Replenishing Nutrients After a Workout

March 9, 2012 in Fitness, Health, Nutrition, Nutritionism, Weight Management by Mary Ireland

One common problem when people start exercising to lose weight is that they have a tendency to overcompensate for the calories they burn by eating a high calorie snack to give them energy or by drinking a high calorie sports drink to replace fluids and electrolytes. For the most part, people who are in the low to moderate exercise range don't need to be overly concerned with replenishing their bodies after exercise.

“People have gotten the message that they have to eat something,” Melinda M. Manore, a sports nutritionist at Oregon State University was part of a group of experts who wrote a position paper on nutrition and performance for the American College of Sports Medicine. According to Manore, "They guzzle an energy drink or eat a sports bar, but that doesn’t help. And for the many who are trying to lose weight, the habit just adds extra calories."

There are many factors (such as what you ate before exercising, how hard your workout is, how long your workout is, how hot it is and how humid it is) that determine what you need to eat or drink after exercise. Dr. Manore states, “If you can run six-minute miles or five-minute miles and you are going out for an hour, you do not need to be eating an energy bar during the workout.” Even athletes who are fast and competitive may not always need to eat during a workout. Moderate athletes need to eat and drink after the workout, she said, but a healthy meal with plenty of fluids is sufficient.

Anyone exercising for two hours or more does need glucose to sustain their energy balance. That means eating carbohydrates before, and perhaps during, the workout. Not getting sufficient carbohydrates before or during a long workout risks poor performance, said Dan Benardot, a sports nutrition researcher at Georgia State University. A long workout (a run that lasts more than two hours, for example) is “an enormous drain on blood sugar.”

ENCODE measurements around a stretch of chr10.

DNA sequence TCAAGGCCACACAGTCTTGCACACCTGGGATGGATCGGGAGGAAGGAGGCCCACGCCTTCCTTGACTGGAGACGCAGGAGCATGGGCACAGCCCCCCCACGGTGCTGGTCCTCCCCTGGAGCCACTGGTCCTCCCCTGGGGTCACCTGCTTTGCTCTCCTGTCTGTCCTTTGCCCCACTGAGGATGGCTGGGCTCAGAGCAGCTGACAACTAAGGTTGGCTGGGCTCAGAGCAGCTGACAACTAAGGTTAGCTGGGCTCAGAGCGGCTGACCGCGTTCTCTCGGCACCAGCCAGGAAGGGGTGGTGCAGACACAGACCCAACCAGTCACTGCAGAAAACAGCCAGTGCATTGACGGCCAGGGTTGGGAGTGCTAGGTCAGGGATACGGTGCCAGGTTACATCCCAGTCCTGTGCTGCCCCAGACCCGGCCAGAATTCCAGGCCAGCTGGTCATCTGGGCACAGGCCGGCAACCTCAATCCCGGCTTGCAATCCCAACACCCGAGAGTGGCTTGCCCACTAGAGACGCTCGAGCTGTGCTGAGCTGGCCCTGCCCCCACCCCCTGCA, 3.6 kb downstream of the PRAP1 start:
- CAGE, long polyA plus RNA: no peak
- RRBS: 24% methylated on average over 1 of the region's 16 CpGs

When the body runs out of glucose for fuel, it will start breaking down muscle. Dr. Benardot’s research indicates that athletes do best when they never let themselves have more than a 400-calorie deficit during the day. That is, if you expend 1,500 calories on a two-hour run, you offset it with at least 1,100 calories in food that day. Note that you don't have to replace all of the calorie that you burn.

You can save money and nourish your body best be eating healthy, nutritious meals. More directly to the point, to best replenish your body, avoid sports drinks, vitamin drinks, energy bars, energy "goo" etc. Even if advertisers contend that these products are what you need to replenish your post-workout body, Dr. Grandma has written numerous blog posts on the dangers of nutritionism -- and nutritionism is what most of these specialty items are about. Keeping hydrated with water and eating healthy food is important. The Livestrong website recommends apricots, bananas or raisins as good foods to replace potassium, if necessary. Before adding sodium to your diet, you might want to calculate how much sodium you already have in your diet. Most people have too much salt in their diet anyway.

Dr. Grandma's muffin recipes make an excellent pre- or post-workout snack. You can add apricots, bananas or raisins to your muffins. Dr. Grandma has a lot of other healthy and nutritious recipes for meals that will sustain you through your workout. Try some today!